The European Union (EU) In Brussels has announced €1.3 million (approximately Php63 million) in rapid humanitarian aid funding to the Philippines to provide emergency relief assistance to families affected by super Typhoon Rolly (Goni) that left at least 20 people killed.
EU Commissioner for Crisis Management Janez Lenarčič said in a statement on Thursday that the contribution will support the Filipino people through its humanitarian partners on the ground who are providing critical support to those hit hardest by the typhoon.
“It will not only cover the immediate needs of the most affected populations but will also help the Filipino people restore their homes and livelihoods so they can get back on their feet as soon as possible. The EU stands in solidarity with those affected in the Philippines,” Lenarčič stated
The strongest to hit the Philippines since the devastating Typhoon Yolanda in 2013, Typhoon Rolly has so far affected more than two million people across five regions in the central and northern Luzon and has inflicted an estimated P6 billion in damages to agriculture and infrastructure.
Earlier estimates showed that more than 500,000 people have been forced to flee their homes, seeking shelter, including in government-run evacuation centers.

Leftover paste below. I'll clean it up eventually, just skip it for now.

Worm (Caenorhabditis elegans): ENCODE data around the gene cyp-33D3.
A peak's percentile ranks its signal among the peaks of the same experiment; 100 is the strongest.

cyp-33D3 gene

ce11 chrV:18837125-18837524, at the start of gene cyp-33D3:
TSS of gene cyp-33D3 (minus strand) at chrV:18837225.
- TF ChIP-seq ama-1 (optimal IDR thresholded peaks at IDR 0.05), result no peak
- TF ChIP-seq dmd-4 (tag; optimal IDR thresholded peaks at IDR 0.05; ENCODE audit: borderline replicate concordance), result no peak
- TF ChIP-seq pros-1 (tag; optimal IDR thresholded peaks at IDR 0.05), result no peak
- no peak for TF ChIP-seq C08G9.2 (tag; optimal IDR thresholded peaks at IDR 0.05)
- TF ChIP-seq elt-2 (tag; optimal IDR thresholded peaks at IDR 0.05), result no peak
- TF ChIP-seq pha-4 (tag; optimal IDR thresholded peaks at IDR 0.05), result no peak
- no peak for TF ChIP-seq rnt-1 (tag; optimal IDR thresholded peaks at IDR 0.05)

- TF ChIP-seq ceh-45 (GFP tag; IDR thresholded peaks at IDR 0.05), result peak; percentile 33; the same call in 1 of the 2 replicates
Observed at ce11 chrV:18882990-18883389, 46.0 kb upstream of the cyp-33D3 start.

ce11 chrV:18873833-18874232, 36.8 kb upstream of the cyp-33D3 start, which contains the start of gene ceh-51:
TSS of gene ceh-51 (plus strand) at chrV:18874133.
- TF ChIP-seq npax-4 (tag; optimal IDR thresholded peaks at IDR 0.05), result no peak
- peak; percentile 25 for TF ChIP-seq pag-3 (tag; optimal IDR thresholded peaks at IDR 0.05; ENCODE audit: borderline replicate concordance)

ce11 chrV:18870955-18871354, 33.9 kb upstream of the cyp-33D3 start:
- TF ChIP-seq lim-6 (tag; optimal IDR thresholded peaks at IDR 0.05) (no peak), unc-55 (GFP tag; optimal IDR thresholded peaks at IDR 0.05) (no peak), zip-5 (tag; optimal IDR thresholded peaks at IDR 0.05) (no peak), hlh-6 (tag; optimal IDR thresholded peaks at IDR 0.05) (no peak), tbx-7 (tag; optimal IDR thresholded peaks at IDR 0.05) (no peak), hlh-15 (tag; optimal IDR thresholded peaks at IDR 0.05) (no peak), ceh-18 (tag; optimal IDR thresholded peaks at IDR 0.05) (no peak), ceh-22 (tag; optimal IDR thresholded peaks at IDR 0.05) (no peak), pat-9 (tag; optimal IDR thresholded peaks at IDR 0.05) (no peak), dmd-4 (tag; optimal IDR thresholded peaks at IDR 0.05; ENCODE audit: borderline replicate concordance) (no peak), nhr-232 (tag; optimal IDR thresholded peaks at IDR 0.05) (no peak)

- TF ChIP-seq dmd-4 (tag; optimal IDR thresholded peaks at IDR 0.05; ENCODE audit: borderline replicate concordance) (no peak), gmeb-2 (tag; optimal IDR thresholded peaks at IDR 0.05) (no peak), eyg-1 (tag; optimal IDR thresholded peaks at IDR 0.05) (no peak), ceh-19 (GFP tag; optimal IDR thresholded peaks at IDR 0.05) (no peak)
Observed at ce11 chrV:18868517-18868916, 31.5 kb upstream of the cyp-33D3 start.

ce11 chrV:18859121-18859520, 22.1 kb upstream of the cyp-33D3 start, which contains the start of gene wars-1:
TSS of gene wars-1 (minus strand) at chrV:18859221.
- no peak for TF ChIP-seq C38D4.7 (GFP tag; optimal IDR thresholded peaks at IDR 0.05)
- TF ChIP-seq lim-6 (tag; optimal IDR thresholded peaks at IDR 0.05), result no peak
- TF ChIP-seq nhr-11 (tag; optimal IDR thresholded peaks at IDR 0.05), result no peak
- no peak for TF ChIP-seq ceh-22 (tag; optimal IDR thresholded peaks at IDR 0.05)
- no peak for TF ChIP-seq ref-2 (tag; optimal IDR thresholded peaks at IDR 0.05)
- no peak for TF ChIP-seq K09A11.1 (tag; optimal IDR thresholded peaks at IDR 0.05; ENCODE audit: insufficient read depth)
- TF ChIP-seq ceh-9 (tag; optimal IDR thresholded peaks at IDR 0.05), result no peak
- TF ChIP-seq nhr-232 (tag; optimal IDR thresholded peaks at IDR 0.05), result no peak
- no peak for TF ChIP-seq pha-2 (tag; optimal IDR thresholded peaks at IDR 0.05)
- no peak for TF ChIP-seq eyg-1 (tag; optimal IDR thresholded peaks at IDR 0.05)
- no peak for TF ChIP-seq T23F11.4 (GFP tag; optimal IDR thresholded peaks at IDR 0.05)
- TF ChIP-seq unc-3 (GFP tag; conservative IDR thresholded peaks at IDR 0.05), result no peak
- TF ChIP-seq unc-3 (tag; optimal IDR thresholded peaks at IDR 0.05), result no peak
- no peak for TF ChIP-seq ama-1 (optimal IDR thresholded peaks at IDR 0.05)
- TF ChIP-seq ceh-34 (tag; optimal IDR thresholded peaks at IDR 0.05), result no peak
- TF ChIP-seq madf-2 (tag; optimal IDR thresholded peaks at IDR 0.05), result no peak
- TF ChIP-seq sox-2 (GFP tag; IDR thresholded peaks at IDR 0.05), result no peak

The EU said the emergency funding will support humanitarian aid partners who are already on the ground to assist those most in need with shelter, food, and livelihood assistance, as well as access to clean water and health care.
The funding is part of the EU’s Acute Large Emergency Response Tool (ALERT). ALERT is used to respond to large natural disasters where over 100,000 people or over 50 percent of the population are affected. The aim is to allocate funds within 24 to 48 hours of the onset of the emergency depending on the type of disaster.
EU has dispatched a humanitarian aid expert to the affected areas to further assess the situation and needs
Typhoon Rolly made landfall in the morning of November 1 in the island province of Catanduanes with maximum sustained winds of 225 kilometers per hour near the center. Assessment of actual damage is still underway since some areas directly hit by the typhoon remains inaccessible.